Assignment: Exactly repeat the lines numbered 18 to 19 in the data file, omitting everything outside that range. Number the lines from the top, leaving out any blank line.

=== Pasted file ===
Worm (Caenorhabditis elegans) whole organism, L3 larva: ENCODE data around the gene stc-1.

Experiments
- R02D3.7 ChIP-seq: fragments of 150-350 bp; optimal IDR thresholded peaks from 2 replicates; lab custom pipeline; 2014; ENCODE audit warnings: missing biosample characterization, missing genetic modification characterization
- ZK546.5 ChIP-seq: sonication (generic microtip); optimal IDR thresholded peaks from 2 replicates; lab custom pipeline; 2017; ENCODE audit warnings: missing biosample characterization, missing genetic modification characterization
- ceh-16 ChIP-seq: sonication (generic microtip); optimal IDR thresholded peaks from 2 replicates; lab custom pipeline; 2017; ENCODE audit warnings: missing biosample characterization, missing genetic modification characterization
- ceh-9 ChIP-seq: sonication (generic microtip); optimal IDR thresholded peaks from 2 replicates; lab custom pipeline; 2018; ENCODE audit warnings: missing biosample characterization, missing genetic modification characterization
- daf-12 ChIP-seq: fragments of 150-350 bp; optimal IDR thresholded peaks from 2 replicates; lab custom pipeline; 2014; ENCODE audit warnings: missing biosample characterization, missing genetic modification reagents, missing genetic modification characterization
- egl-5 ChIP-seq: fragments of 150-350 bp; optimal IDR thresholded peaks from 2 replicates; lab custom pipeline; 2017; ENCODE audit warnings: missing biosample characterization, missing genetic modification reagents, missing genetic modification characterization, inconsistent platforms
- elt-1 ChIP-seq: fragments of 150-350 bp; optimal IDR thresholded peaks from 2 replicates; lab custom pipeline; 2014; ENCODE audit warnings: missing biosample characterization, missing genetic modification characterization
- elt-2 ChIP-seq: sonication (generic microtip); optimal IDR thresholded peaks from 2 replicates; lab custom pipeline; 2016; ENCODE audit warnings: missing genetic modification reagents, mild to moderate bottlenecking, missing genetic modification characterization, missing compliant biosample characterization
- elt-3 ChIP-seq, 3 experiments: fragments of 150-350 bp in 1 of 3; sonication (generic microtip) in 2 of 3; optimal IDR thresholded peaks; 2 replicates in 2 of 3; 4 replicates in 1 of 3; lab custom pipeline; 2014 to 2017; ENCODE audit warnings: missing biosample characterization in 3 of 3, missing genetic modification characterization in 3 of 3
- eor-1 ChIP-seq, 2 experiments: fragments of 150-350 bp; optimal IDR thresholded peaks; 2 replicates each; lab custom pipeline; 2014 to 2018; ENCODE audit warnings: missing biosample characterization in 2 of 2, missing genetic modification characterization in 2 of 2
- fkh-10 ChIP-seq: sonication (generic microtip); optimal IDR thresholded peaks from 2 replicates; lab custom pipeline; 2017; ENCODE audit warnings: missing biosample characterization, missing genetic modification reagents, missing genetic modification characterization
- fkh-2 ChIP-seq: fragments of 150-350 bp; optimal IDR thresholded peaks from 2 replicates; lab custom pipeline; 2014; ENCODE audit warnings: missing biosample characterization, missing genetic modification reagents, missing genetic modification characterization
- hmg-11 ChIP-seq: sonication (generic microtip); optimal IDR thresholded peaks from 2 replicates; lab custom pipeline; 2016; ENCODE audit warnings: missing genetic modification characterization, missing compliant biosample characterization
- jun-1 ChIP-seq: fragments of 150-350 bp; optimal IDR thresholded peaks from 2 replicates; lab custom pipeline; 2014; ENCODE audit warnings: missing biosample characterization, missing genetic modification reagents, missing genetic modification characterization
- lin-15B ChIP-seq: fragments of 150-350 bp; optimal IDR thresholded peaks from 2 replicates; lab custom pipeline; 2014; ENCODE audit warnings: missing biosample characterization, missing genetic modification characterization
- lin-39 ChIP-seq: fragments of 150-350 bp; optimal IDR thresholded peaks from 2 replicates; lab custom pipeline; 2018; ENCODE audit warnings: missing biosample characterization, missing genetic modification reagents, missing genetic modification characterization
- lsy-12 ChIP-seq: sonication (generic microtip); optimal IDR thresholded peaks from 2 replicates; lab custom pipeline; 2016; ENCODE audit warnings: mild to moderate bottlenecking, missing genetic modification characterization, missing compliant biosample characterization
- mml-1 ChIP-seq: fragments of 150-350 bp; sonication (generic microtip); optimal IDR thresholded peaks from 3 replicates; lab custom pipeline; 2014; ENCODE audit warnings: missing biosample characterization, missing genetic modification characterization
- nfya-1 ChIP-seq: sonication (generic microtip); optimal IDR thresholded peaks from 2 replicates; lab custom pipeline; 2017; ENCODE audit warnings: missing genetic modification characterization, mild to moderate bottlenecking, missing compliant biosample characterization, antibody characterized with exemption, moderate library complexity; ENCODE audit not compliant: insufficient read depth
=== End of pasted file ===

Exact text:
- lin-39 ChIP-seq: fragments of 150-350 bp; optimal IDR thresholded peaks from 2 replicates; lab custom pipeline; 2018; ENCODE audit warnings: missing biosample characterization, missing genetic modification reagents, missing genetic modification characterization
- lsy-12 ChIP-seq: sonication (generic microtip); optimal IDR thresholded peaks from 2 replicates; lab custom pipeline; 2016; ENCODE audit warnings: mild to moderate bottlenecking, missing genetic modification characterization, missing compliant biosample characterization